I recently read the author's "The House of Mirth" which I happened to enjoy very much. I think the deal with "The Age of Innocence" is that it reminded me of a bad chick-lit book that focuses on the drama of love: guy meets girl meets meets other girl.
I admit I fell for "The Paris Wife" by Paula McLain because of its cover. The 1920s simply have a special place in my heart as what I consider The Gol...moreI admit I fell for "The Paris Wife" by Paula McLain because of its cover. The 1920s simply have a special place in my heart as what I consider The Golden Age. Turning the book around to read on the description made me want to own it even more: it is a historical fiction novel about Ernest Hemingway whom I have read a lot, but hardly know.
It might be a fictional novel told from the perspective of the author's first wife, but there is no doubt that Paula McLain has done some fine researching in order to create such a realistic novel. It gives a great perspective on who Ernest Hemingway was and what a complicated life he created for himself divorcing one woman at the time until he committed suicide.
"The Paris Wife" tells the story of marriage in sickness and in health, love as something magnificent that might leave you heartbroken but also gives you the opportunities of great adventures.(less)
The House of Mirth by Edith Wharton was a somewhat different read from what I had expected, however, it was a delightful read. For some reason I expec...moreThe House of Mirth by Edith Wharton was a somewhat different read from what I had expected, however, it was a delightful read. For some reason I expected a different setting and definitely not dealt with topics such as independence of women.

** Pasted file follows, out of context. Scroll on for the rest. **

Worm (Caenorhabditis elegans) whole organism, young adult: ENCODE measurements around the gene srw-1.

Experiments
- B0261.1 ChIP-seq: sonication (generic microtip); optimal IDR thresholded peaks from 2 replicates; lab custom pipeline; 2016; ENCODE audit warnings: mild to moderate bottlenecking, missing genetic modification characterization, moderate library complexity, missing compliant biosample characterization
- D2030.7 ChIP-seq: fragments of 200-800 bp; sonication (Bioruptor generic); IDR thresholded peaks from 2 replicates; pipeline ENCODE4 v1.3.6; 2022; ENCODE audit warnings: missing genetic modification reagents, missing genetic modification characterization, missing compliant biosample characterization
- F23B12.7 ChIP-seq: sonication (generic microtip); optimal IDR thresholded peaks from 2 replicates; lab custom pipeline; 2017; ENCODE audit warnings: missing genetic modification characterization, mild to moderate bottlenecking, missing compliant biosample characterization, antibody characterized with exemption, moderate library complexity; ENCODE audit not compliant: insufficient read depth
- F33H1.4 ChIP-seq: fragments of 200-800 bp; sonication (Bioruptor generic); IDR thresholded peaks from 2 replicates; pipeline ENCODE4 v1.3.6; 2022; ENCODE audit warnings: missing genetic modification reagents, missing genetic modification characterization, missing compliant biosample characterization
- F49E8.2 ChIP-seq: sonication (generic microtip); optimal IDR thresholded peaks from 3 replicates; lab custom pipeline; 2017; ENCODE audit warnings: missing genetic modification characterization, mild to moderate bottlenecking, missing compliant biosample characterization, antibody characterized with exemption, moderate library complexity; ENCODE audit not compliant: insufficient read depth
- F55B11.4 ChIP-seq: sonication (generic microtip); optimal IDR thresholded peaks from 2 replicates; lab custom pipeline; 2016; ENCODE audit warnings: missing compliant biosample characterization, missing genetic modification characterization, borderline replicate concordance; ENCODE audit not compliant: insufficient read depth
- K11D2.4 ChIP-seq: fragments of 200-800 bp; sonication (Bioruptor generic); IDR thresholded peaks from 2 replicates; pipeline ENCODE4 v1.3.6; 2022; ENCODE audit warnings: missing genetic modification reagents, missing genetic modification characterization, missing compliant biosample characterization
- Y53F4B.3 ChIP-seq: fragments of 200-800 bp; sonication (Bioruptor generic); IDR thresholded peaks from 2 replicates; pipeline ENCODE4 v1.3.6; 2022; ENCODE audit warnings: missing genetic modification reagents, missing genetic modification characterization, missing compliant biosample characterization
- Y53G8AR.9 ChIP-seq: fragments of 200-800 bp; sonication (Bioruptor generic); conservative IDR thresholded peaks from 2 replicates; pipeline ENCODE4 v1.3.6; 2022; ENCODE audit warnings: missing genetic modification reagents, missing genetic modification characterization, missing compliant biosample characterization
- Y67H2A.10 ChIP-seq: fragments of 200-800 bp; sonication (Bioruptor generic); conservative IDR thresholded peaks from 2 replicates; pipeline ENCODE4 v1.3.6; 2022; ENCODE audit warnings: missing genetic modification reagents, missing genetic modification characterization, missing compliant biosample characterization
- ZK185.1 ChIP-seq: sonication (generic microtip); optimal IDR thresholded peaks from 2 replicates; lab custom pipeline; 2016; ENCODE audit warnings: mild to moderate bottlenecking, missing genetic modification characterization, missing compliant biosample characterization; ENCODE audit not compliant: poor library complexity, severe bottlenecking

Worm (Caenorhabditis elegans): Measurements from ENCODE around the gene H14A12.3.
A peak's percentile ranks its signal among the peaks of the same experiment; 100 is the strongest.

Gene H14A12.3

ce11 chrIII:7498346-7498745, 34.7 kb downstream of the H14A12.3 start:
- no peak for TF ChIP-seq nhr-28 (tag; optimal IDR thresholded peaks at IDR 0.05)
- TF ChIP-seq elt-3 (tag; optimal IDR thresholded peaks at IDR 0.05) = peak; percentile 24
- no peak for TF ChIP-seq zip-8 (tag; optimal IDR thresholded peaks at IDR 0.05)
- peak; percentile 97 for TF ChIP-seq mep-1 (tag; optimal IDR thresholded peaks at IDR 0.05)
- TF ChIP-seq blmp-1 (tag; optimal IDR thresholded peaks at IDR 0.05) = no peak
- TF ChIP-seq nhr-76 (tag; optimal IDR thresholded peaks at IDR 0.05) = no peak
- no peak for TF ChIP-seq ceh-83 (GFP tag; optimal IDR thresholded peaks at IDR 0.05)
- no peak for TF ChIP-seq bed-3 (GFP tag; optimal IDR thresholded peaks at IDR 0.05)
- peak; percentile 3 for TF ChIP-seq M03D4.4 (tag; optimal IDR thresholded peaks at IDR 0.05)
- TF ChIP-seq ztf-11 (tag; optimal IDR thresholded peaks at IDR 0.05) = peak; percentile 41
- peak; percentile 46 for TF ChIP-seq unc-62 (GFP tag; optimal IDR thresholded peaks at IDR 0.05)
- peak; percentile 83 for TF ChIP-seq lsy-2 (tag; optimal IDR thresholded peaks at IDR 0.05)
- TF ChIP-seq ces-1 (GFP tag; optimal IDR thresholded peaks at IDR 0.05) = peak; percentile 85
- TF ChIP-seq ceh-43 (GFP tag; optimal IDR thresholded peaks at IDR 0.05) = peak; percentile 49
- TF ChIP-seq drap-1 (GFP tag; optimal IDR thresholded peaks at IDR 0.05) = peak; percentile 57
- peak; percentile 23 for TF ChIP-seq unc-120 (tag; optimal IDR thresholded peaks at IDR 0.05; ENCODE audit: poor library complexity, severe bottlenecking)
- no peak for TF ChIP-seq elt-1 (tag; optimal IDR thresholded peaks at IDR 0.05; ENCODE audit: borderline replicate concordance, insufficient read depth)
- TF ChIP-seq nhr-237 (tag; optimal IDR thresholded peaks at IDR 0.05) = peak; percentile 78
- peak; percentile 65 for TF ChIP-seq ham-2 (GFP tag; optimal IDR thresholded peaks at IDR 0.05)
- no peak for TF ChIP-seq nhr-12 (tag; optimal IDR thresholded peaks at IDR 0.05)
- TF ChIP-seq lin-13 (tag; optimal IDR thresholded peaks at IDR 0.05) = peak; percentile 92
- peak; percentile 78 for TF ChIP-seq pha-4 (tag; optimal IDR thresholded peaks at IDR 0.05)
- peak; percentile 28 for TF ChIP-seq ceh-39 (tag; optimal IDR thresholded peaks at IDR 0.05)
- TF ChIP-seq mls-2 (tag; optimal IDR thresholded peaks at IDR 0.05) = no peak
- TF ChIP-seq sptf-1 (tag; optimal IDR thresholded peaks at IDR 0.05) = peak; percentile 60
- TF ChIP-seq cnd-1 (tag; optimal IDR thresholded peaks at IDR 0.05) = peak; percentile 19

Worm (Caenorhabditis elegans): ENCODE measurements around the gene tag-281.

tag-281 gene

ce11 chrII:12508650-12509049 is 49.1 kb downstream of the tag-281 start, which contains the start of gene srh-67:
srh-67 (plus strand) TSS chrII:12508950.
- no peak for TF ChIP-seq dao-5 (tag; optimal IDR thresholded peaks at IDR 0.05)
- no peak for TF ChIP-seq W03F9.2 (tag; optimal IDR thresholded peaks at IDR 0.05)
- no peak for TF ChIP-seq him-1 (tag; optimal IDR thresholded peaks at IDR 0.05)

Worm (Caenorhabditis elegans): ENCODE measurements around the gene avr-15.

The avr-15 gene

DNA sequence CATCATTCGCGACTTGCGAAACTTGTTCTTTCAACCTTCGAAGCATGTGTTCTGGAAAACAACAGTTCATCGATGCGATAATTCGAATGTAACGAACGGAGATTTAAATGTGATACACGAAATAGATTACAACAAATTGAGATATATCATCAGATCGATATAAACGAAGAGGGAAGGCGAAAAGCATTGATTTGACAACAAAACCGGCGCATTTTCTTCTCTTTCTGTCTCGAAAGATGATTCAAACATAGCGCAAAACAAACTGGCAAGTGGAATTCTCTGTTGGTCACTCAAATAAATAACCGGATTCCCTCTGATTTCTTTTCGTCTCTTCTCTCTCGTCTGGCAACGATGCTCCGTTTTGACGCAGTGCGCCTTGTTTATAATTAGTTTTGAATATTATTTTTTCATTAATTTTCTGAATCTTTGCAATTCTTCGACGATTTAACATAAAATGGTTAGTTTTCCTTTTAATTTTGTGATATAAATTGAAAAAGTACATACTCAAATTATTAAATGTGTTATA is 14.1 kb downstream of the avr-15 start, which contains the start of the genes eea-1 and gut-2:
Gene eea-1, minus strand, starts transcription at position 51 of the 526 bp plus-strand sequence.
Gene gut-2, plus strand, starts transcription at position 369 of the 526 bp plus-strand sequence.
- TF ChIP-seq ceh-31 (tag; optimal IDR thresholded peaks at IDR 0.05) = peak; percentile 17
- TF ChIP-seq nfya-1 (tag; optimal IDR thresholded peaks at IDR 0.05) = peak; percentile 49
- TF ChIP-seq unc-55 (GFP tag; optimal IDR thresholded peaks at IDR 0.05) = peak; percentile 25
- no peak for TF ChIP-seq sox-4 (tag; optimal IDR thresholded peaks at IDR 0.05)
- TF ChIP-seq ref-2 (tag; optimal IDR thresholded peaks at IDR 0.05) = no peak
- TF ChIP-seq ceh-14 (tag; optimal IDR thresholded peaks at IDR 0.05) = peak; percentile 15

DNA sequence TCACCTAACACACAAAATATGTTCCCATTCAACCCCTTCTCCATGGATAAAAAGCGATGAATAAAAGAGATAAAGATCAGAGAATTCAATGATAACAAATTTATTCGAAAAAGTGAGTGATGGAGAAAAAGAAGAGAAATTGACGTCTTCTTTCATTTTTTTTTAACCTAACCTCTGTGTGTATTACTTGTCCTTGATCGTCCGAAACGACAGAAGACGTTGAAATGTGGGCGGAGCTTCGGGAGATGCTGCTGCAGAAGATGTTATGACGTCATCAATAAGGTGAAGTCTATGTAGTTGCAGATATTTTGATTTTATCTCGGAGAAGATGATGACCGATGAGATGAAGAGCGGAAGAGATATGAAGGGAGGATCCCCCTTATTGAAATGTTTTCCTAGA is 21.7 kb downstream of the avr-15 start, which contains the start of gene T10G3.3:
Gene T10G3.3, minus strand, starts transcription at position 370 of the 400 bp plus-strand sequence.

The writing won me completely after only a few pages, and the rest easily followed, however, I must say that I enjoyed the first half more than the second one. Some important events take place that I did not see coming, meaning I did not agree with them. Miss Lily Bart is a snobby woman which normally would not be my cup of tea when it comes to main characters, but surprisingly I liked her hypocrite person who thinks she knows what she wants, but really does not. (less)
It is an honour to say that I have no written everything by Jane Austen expect for her personal letters. Juvenilia truly shows the author's progress t...moreIt is an honour to say that I have no written everything by Jane Austen expect for her personal letters. Juvenilia truly shows the author's progress to actually becoming a well-known writer as many of the stories and plays are very much alike Austen's novels such as Persuasion, Sense and Sensibility and even Northanger Abbey.
To read this 'pre-scripts' as they might seem, is an absolute delight; to see the unfinished short stories, the even shorter plays - Austen wrote plays (!) - and her famous letter-stories was simply a treat and I could not put down the book before I had reached the end. (less)
Despise the fact that The Merry Wives of Windsor by William Shakespeare is not one of my favourite works of the author, the language, monologues and d...moreDespise the fact that The Merry Wives of Windsor by William Shakespeare is not one of my favourite works of the author, the language, monologues and dialogues are still magnificent. That said I do not think any book, play or poem can manage on the writing style alone.